It was created by Stefan Alexander, an electrical engineer working on wearables for whom board games design is a side gig. The rules are simple, but the emergent complexity makes each game different. It consists on creating your bird collection, and you win when you’ve got either birds from 7 different species or two species with 3 specimen each.

I wouldn’t say it has the same rhythm than Sushi Go! although it shares some characteristics: there are few and simple rules so it’s easily approachable to newbies, the theme and artwork engages people from different backgrounds, all the information you need is contained in the cards, and you win by keeping track of cards and probabilities (something most people are familiar with).

Highly recommended filler for after-dinner infusions.

Sushi Go!

I’m starting a new section on this blog to talk about games. The first entry is for the card game that was more present in my family during this past holidays: Sushi Go! by Phil Walker-Harding.

Sushi Go! is the prototype of a party game for everyone: easy to learn, prone to quick turns with almost no time to think, and a theme that pleases most people (who doesn’t like food?).

It’s a game that takes the core mechanics to the essentials, making it accessible to everyone. The artwork conveys playfulness while also communicating the score system — nice touch, look at how many items have the tempura and sashimi cards and compare to the score. The packaging is easy to travel with: it’s compact, with no spare parts once you open it, and it fits on anyone’s bag. Last, but not least, it has some parallels with real-life: the pick & pass rhythm mimics the sushi trains, and desserts are eaten at the end.

I’d say this is a game that shines with 4 people, although it’s playable by 2 to 5. It goes well with any age, and I’ve tried it with people ranging from 8 to 60 years old.

SushiGo! is my current recommendation as a filler game for dinners with friends & family that are newbies to board games.

The magician’s assistant

This book was the Reading Club assignment for January 2019.

The magician’s assistant, by Ann Patchett, is a family story under odd circumstances. Set around the same time it was published (1997), it touches topics that were part of the life of many, although not part of the mainstream news at the time: violence in the family, how life differs in small and big places, homosexuality, and AIDS.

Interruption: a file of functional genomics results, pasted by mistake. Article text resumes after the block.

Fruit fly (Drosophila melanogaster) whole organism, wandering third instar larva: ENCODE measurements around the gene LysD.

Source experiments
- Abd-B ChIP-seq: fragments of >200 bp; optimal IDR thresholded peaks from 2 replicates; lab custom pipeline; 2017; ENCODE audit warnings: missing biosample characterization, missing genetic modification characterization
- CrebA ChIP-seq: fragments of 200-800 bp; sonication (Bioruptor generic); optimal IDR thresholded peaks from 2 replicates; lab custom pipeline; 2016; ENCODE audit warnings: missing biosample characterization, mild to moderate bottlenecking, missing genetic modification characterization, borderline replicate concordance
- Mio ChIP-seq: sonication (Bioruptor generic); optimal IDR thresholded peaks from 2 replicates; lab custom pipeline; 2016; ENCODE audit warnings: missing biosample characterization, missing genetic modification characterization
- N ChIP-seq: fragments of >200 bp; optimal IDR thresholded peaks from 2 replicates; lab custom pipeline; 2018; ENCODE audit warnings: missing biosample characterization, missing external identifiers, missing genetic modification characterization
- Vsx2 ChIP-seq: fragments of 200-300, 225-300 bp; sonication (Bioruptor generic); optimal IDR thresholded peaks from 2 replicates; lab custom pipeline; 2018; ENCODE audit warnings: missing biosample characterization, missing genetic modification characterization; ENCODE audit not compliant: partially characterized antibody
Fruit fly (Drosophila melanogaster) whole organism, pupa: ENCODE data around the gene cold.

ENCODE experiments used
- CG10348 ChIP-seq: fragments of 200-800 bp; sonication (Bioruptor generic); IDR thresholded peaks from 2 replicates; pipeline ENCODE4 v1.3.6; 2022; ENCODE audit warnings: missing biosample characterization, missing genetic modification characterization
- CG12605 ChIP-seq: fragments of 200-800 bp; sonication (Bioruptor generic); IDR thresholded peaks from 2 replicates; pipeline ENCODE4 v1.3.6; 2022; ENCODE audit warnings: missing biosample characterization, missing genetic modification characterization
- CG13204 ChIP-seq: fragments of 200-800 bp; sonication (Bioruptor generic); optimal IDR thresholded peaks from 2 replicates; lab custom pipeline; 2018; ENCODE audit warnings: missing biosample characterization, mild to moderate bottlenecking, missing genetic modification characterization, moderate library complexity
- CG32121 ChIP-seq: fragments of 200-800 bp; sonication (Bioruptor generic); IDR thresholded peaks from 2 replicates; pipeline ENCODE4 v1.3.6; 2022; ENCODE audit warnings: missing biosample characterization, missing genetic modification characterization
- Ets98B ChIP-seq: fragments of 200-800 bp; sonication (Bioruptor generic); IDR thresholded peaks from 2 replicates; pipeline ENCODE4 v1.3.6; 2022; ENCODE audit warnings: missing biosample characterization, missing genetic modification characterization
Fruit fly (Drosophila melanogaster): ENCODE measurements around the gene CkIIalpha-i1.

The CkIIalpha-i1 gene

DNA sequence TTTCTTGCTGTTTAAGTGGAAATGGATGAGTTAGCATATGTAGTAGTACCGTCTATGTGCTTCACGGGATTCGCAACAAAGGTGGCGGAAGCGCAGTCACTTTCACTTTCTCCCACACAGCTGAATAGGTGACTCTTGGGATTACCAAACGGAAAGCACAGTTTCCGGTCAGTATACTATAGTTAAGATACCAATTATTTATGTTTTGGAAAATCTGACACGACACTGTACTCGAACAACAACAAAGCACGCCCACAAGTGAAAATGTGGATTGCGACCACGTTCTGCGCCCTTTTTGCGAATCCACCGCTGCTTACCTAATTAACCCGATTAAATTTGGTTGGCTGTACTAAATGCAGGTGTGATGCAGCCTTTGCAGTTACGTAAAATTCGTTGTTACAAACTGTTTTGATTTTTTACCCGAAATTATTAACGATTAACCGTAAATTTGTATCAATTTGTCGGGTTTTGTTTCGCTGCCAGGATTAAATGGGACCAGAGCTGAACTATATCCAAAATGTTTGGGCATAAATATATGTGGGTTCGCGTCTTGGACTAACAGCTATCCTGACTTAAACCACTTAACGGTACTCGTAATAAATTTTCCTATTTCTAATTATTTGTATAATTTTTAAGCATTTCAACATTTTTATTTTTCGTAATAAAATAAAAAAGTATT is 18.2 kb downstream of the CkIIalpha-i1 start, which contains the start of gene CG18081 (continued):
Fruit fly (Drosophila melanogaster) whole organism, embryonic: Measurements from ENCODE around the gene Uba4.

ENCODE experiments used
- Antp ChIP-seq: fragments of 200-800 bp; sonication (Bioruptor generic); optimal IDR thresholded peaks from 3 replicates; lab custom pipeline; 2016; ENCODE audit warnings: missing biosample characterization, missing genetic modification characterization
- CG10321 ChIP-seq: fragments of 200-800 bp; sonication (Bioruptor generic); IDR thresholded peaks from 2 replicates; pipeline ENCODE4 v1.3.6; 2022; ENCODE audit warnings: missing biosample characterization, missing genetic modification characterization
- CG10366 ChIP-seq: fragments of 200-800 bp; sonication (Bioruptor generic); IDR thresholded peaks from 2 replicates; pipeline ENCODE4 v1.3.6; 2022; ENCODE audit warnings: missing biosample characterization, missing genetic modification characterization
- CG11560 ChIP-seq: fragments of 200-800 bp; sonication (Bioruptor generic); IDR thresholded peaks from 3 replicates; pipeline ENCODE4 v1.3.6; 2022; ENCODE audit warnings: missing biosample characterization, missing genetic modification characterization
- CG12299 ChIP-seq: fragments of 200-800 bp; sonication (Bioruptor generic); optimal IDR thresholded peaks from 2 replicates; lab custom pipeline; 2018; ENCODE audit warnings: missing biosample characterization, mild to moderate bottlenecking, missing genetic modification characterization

It’s told from the perspective of Sabine, the best friend, assistant, and wife of Parsifal, a homosexual man that lives with Phan, his partner. Sabine and Parsifal marry when Phan and Parsifal are diagnosed AIDS so Sabine can inherit their state. She is in love with Parsifal.

Upon Parsifal death, Sabine is shocked to learn that his family is alive, despite what he had told her. They are from Alliance, a small place in Nebraska, and want to visit Los Angeles, where Parsifal lived, to get a sense of how life was for him. Sabine agrees and tours them for a few days, in the hope of discovering why he hadn’t told her the truth. Through this tour, you are acquainted with the main characters. It’s like a warm-up before the real match.

Parsifal’s family turns out to be fine people, and the tragic event that made Parsifal break with them is revealed to Sabine. Fast-forward: she’s invited to a wedding in Nebraska, which she agrees to attend as an opportunity to connect with Parsifal’s childhood and find some rest. So we now have Sabine embedded in an environment so different to hers: a small town with little to do and few opportunities to reinvent yourself, a conservative society, and a family that had struggled (and still is) with domestic violence. This is the real match. We have now a vessel (Sabine) to cross the river of understanding: in one shore, a liberal society where you can be whatever you want; in the other, a conservative community that pressures you to be like the others.

The story ends with the liberal Sabine realizing that the only way that conservative family can break the vicious loop they find themselves in is by providing them an escape hatch. Perhaps this is also the message Ann Pratchett wants to convey: let’s be less judgmental and more empathetic.